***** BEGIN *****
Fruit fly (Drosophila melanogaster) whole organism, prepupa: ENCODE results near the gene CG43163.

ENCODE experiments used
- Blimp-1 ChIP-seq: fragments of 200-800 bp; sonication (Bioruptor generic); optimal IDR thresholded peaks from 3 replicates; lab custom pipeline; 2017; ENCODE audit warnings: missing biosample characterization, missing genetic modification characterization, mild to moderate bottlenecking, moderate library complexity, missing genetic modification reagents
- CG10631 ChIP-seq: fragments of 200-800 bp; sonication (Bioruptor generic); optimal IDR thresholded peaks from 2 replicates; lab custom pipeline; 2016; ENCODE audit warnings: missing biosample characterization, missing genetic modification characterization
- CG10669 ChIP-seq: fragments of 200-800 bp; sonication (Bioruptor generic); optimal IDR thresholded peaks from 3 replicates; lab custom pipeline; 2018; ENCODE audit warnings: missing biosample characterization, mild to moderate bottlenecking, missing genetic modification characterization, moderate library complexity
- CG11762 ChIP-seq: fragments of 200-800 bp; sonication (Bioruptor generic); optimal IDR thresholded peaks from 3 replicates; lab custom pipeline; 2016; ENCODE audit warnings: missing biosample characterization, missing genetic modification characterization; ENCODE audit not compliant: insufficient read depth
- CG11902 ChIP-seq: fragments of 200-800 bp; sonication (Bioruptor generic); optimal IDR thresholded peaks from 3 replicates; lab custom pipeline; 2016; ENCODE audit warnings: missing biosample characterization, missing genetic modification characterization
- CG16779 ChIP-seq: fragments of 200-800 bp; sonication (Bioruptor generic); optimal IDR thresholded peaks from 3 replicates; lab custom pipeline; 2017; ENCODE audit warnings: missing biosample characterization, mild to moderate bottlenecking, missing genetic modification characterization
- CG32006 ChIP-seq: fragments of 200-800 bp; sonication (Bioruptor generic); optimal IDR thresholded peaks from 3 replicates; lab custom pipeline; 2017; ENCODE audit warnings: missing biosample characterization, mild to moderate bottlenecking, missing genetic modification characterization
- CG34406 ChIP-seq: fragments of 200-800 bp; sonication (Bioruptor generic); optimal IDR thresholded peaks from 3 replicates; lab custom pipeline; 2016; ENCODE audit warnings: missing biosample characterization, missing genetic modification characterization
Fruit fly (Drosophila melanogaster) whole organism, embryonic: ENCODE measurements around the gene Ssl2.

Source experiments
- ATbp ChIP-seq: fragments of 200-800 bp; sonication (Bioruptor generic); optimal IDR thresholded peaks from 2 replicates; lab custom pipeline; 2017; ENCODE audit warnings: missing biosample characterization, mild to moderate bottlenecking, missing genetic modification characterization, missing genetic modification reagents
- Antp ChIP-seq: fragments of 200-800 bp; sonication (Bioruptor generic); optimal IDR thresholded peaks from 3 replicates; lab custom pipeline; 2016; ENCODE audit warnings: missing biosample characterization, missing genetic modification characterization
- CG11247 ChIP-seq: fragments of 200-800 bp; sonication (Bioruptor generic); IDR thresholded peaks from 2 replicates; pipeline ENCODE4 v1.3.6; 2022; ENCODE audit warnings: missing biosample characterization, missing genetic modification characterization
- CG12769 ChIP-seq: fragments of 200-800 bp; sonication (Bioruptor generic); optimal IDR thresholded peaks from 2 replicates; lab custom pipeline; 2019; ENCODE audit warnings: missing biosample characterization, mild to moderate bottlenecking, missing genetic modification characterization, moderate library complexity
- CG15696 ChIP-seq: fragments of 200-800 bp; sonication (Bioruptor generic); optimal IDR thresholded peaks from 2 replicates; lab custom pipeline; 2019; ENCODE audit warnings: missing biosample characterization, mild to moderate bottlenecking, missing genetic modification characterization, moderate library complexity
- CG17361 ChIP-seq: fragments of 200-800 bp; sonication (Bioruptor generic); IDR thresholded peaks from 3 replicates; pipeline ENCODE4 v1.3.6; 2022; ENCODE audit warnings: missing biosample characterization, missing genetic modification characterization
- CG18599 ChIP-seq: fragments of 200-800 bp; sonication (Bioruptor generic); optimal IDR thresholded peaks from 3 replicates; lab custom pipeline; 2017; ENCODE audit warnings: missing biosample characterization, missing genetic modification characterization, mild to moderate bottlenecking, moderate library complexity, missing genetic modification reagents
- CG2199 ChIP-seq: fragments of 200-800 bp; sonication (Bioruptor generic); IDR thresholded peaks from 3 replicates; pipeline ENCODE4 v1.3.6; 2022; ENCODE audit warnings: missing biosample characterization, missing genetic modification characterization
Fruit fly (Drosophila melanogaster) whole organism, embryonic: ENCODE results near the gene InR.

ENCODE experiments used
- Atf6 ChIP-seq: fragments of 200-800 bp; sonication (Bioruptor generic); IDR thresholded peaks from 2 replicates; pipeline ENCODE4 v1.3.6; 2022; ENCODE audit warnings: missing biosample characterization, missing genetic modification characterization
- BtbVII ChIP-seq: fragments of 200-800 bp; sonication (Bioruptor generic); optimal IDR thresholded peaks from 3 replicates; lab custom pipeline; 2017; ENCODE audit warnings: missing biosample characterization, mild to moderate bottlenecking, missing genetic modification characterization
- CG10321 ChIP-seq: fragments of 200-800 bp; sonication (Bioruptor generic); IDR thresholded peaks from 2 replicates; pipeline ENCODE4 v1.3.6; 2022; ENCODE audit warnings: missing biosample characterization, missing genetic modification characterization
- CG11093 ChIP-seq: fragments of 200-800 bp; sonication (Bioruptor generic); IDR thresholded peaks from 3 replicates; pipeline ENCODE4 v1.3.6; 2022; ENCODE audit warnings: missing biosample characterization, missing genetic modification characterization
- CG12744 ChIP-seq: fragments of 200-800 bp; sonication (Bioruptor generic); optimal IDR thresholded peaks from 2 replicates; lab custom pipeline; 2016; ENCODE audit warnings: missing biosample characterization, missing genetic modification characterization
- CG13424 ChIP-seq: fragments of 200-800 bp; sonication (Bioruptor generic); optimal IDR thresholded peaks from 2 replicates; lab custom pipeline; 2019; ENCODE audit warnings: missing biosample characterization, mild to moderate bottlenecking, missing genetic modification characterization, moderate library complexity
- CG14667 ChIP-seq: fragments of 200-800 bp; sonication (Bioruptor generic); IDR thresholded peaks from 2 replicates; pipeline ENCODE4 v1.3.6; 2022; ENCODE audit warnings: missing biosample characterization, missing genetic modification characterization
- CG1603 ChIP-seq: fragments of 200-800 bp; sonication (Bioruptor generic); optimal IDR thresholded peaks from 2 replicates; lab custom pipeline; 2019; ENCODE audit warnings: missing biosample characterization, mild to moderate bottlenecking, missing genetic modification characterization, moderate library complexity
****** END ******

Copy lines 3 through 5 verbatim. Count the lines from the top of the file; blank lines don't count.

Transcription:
- Blimp-1 ChIP-seq: fragments of 200-800 bp; sonication (Bioruptor generic); optimal IDR thresholded peaks from 3 replicates; lab custom pipeline; 2017; ENCODE audit warnings: missing biosample characterization, missing genetic modification characterization, mild to moderate bottlenecking, moderate library complexity, missing genetic modification reagents
- CG10631 ChIP-seq: fragments of 200-800 bp; sonication (Bioruptor generic); optimal IDR thresholded peaks from 2 replicates; lab custom pipeline; 2016; ENCODE audit warnings: missing biosample characterization, missing genetic modification characterization
- CG10669 ChIP-seq: fragments of 200-800 bp; sonication (Bioruptor generic); optimal IDR thresholded peaks from 3 replicates; lab custom pipeline; 2018; ENCODE audit warnings: missing biosample characterization, mild to moderate bottlenecking, missing genetic modification characterization, moderate library complexity